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Is there a way to make changes in environment variables invalidate shadow-cljs cache? At the moment I am resorting to adding a namespace to my :cache-blockers , but I’m wondering if there is a more elegant way to handle this. In short, my configuration has a few :closure-defines like so

{ #shadow/env ["FOO_BAR" "BAZ"]}
I’ve noticed that running npx shadow-cljs release target once then running FOO_BAR=QUUX npx shadow-cljs release target will give me a bundle with the older environment variable set, unless I delete cache in between builds. Maybe finding a way to set :cache-level to :off in release builds is what I want?


are you running the release when a previous server is already running?


env vars are only picked up if a new process is started


so either make sure the server is stopped before that


or use FOO_BAR=QUUX npx shadow-cljs release target --force-spawn


There wasn’t a server running beforehand, but invalidating caches would ensure changes would be reflected in the compiled bundle. The problem appeared when I would run npx shadow-cljs compile target multiple times, yet I didn’t see :closure-defines update in the app. Then out of sheer luck I tried a release build and everything worked; then I suspected my compilation caches were messing with things


env variables are used from the started server, so if you don't restart that they are not picked up


:closure-defines are also not cached, so nuking the cache doesn't have any effect


if you want to be sure don't use env variables at all


lets you set whatever directly without the env indirection

Shuai Lin06:02:12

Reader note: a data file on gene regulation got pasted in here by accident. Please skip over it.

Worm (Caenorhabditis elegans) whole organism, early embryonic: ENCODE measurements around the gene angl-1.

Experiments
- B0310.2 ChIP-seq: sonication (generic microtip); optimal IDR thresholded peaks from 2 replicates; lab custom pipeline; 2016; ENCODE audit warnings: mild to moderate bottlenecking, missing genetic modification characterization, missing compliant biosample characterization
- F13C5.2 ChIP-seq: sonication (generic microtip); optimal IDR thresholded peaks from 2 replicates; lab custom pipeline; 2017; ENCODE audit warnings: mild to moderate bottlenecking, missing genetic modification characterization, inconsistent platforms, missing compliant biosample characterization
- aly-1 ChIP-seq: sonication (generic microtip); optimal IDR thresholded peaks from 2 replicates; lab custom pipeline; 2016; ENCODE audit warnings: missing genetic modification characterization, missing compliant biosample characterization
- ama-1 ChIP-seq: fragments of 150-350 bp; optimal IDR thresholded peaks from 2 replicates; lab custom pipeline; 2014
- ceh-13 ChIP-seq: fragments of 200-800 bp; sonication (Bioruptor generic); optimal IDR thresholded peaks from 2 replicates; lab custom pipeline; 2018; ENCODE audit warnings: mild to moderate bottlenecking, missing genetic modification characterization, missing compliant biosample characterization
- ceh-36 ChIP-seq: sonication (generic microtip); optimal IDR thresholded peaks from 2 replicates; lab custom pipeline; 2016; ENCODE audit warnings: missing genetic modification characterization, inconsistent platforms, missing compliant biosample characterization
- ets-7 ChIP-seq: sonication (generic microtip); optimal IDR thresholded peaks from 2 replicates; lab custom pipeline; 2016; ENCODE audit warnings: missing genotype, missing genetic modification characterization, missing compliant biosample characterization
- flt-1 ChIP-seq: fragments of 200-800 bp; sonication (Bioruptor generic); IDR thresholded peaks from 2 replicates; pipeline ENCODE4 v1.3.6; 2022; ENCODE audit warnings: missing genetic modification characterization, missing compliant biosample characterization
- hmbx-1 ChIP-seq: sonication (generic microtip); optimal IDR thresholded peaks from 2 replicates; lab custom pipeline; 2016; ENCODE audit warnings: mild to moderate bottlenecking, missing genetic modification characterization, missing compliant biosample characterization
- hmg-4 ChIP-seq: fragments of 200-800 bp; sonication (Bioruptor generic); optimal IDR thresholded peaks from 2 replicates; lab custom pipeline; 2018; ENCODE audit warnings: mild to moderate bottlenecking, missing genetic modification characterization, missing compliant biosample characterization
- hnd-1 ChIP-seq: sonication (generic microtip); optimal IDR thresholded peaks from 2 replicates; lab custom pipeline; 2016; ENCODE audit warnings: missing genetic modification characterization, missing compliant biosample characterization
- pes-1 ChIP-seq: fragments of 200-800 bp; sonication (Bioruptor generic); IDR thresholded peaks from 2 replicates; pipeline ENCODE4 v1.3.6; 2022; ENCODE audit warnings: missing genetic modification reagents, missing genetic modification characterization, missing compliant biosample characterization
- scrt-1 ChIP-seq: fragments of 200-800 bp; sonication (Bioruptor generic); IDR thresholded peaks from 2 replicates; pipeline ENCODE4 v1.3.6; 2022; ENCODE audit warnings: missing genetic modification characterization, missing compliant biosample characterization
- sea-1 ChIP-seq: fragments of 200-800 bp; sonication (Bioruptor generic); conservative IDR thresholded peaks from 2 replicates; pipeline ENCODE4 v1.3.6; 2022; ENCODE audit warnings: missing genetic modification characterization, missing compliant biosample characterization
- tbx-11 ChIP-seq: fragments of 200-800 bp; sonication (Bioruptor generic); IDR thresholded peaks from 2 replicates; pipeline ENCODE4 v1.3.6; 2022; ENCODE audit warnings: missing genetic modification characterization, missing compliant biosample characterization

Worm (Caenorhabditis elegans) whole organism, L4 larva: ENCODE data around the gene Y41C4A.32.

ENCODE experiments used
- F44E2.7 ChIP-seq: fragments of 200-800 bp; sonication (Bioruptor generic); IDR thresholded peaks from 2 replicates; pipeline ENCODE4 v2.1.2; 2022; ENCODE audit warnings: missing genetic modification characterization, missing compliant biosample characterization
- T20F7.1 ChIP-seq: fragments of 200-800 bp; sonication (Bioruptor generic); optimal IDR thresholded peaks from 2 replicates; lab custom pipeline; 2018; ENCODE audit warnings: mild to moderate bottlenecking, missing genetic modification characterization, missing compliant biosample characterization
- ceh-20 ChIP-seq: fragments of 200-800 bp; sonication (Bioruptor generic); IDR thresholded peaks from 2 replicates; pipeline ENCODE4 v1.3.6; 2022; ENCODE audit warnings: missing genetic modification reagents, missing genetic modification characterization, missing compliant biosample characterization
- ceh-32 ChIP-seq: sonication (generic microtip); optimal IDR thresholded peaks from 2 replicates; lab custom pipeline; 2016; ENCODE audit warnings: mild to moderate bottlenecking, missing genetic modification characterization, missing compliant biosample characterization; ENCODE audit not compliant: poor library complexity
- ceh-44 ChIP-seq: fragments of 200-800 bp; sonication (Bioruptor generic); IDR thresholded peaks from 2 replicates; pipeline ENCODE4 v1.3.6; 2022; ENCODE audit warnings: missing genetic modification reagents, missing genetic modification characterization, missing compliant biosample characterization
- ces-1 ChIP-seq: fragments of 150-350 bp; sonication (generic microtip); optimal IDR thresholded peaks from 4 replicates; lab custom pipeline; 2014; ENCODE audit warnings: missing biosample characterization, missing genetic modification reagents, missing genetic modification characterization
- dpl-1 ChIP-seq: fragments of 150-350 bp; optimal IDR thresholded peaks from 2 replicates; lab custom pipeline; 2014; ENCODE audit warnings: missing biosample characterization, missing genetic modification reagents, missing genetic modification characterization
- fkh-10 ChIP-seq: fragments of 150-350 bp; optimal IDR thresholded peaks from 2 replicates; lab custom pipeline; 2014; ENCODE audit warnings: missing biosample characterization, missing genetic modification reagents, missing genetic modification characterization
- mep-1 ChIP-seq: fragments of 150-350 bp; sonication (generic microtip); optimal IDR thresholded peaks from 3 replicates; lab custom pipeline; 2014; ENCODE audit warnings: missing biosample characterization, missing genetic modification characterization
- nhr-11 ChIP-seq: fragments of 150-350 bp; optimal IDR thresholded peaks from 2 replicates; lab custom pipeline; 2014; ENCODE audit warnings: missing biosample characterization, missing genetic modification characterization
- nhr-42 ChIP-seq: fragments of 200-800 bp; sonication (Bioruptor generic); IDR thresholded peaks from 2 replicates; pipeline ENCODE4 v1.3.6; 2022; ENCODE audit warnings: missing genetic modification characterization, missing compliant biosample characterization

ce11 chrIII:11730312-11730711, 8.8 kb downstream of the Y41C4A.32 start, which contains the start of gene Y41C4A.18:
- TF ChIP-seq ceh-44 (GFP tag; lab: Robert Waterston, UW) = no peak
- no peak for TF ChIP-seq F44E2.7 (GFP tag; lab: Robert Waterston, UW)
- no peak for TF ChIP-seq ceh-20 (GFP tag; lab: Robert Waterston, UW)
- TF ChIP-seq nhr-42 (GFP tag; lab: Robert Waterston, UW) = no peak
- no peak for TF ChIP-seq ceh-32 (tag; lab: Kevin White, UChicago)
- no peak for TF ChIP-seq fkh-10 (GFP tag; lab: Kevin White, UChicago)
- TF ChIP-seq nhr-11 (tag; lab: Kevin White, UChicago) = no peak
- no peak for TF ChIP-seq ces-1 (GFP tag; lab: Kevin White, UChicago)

@thheller another ESM related issue: when I 1) use :js-provider :import and 2) have a classpath ESM that makes uses of a npm ESM pkg (`promsemirror-state` in the repro below) then advanced compilation would fail with Required namespace "esm_import$prosemirror_state" never defined. Repro is here


might be the same issue as :npm-module, I'll check it out

Shuai Lin06:02:26

Thx! To be accurate, npm-module is only warning, but this completely fails the release build


I want to be able to build several versions of my app, each with different :closure-defines values. At the moment I am duplicating everything for each build, so

:builds {:env1 {:target :browser
                 :compiler-options {:output-feature-set :es-next
                                    :closure-defines { "baz1"}}
                 :modules {:main {:init-fn app.core/init}}
                 :output-dir "public/js"
                 :asset-path "/js"
                 :dev {:closure-defines {"re_frame.trace.trace_enabled_QMARK_" true}}
                 :devtools {:http-root "public"
                            :http-port 3900
                            :preloads [devtools.preload
          :env2 {:target :browser
                 :compiler-options {:output-feature-set :es-next
                                    :closure-defines { "baz2"}}
                 :modules {:main {:init-fn app.core/init}}
Is there a way to share things between these different builds? or maybe a better way to inject variables for different builds?

Mario Trost14:02:17

There is --config-merge to use from the command line (edit: wrong link)


ah thank you! I thought I'd read the guide but obviously not carefully enough 😞


any cypress testing enthusiasts arround?


we use cypress at work with shadow.


I've written my share of cypress tests as well


tests are written in CLJS? do you use component testing or e2e?


do you use macros to make syntax nicer or just plain JS interop?


tests are written in CLJS


we use a mix of interop and helper functions, no macros


ah we do use mocha-latte for writing tests


we only do e2e testing. for component tests, we use react-testing-library. again just with helper functions and interop


so I assume its done via :npm-module build and running through the built-in webpack?


that's right


the way we do it is a bit strange, I didn't set it up, but it works. we write the CLJS output to a dir in node_modules, and then we have a JS file for each test ns that requires it. e.g. we have a namespace amperity.cypress.integration.databases and then a cypress/integration/databases.spec.js which contains a require

and cypress watches that dir and rebuilds when the node_module/amperity-cypress code changes